In a constant environment, asexuality is the most efficient and reliable form of reproduction, as it directly copies the genomes of parents who survive to reproduce. Asexuality also avoids the many costs of finding and attracting a mate, not to mention sexually transmitted diseases. If the world were constant, organisms would likely be asexual.
The world is, however, ever-changing. Species must continually adapt in the face of environmental shifts, fires and other catastrophes, as well as constantly evolving parasites, prey, and predators.
Asexual populations are very much limited in their evolutionary potential by the genomes currently present within a population, while sexual populations can evolve much further by mixing and matching genes initially present in different individuals. Sexual reproduction shuffles genetic variants throughout the entire genome, providing an almost limitless variety for evolution to act upon, even with a limited number of individuals within a species. Models of this combinatoric problem have indeed found that genes increasing the amount of sex can spread.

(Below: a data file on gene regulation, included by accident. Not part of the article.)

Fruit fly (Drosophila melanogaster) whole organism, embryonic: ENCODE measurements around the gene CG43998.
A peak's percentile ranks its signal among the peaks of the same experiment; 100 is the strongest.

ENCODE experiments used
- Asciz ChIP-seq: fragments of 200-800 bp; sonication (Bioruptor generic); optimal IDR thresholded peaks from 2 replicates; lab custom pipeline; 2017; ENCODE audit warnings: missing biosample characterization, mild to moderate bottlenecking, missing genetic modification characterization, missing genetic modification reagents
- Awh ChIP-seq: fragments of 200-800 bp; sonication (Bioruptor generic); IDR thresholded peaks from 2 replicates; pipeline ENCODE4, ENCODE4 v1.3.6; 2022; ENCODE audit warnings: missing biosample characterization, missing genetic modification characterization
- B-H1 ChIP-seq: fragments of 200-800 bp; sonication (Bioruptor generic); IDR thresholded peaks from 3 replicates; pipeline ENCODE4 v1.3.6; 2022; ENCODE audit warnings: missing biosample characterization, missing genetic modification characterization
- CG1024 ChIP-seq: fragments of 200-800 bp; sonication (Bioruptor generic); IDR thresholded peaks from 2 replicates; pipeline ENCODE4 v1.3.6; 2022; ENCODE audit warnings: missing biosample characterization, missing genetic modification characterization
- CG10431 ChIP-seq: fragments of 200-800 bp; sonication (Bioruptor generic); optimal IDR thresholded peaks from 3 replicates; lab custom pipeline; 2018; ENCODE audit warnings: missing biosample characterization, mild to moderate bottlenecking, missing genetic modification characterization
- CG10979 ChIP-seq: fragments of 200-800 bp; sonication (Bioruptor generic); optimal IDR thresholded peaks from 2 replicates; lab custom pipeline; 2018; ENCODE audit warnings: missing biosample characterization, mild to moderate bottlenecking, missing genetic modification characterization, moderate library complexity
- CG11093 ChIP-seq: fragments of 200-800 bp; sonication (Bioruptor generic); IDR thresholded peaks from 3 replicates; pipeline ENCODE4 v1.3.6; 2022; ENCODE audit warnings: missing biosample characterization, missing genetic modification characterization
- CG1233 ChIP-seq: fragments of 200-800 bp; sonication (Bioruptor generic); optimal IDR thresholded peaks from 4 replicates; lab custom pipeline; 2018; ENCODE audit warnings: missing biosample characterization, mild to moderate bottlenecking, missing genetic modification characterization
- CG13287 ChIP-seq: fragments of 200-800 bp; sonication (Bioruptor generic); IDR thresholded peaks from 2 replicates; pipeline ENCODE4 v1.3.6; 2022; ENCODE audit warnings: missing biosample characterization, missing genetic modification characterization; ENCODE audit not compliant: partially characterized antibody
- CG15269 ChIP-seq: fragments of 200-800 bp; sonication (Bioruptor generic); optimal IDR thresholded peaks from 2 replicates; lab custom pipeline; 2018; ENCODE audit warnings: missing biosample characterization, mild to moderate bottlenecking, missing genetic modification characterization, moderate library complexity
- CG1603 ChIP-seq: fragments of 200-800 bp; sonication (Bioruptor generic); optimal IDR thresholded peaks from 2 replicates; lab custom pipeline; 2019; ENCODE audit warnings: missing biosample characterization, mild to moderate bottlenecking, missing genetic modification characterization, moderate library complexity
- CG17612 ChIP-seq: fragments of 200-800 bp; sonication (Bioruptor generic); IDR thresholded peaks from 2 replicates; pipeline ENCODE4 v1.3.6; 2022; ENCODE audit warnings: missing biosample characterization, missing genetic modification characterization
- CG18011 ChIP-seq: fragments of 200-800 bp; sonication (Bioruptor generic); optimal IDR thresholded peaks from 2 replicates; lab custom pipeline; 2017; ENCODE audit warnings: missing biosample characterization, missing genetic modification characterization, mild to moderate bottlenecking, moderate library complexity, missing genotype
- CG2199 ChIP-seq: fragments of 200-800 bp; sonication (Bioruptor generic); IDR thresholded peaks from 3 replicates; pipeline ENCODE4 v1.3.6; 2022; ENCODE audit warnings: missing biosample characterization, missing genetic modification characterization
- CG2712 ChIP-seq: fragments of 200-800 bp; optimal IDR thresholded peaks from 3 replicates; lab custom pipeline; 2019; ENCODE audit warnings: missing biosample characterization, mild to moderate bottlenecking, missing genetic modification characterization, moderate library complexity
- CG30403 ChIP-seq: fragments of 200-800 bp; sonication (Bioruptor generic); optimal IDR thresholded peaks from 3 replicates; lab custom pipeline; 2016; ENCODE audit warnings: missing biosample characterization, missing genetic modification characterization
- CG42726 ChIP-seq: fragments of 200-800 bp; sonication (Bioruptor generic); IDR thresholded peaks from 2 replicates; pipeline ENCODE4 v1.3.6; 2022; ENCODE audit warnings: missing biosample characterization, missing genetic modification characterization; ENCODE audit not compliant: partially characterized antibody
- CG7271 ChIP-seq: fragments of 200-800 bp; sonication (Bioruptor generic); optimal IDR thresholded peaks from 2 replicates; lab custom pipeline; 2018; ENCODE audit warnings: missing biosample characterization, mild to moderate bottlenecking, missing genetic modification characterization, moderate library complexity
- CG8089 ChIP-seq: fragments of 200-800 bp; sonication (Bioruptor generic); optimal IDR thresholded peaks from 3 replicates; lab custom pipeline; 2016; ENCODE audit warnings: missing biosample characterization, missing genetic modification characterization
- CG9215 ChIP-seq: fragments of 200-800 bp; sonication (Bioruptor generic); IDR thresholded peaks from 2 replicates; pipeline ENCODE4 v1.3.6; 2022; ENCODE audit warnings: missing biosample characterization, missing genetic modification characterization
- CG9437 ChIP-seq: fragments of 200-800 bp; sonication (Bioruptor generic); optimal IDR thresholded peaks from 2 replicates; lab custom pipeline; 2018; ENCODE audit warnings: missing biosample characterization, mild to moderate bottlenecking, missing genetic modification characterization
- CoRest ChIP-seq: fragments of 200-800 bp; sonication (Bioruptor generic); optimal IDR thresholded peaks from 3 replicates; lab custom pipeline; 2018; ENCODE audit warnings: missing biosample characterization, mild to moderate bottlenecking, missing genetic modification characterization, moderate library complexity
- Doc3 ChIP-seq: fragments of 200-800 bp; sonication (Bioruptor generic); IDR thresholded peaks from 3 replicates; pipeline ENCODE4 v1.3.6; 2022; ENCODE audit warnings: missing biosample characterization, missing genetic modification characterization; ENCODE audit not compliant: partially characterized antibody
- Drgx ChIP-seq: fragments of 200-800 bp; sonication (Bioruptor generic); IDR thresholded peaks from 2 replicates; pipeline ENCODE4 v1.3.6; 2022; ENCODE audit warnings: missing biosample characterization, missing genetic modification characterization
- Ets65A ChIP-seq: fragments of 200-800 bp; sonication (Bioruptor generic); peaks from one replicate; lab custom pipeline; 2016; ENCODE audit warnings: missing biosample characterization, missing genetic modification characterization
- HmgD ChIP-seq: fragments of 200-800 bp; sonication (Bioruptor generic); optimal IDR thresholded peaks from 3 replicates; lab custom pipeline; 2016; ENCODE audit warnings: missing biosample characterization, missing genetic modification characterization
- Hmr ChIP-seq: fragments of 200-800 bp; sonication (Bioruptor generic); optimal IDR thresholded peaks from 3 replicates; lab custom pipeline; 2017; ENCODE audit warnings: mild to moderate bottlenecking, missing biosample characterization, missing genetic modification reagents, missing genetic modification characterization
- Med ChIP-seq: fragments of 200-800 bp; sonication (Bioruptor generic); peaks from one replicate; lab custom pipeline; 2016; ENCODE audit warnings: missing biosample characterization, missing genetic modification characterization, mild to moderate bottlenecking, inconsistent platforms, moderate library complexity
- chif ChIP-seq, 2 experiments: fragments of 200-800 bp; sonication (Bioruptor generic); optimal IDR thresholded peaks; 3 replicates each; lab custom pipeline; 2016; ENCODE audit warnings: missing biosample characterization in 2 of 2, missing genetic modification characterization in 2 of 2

The bottom line: In our changing world, more sexual individuals leave descendants with a greater variety of genomes, the best of which is most likely to survive, spreading the genes that make sex so common.
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